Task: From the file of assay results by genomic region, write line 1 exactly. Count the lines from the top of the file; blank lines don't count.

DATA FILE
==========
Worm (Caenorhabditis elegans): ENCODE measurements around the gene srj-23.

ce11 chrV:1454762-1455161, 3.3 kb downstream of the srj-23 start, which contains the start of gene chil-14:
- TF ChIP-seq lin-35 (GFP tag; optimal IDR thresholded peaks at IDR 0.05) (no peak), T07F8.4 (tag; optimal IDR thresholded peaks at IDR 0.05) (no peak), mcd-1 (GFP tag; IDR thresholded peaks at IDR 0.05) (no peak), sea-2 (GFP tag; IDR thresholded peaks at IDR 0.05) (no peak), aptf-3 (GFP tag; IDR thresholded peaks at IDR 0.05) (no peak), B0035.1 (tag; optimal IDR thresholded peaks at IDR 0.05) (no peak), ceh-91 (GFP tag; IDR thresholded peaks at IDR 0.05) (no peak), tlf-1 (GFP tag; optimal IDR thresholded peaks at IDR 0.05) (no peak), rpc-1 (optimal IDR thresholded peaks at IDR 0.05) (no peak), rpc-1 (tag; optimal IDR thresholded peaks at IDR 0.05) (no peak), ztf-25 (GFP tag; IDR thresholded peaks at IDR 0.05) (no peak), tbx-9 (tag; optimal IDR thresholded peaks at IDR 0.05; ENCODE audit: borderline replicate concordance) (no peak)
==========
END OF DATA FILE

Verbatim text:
Worm (Caenorhabditis elegans): ENCODE measurements around the gene srj-23.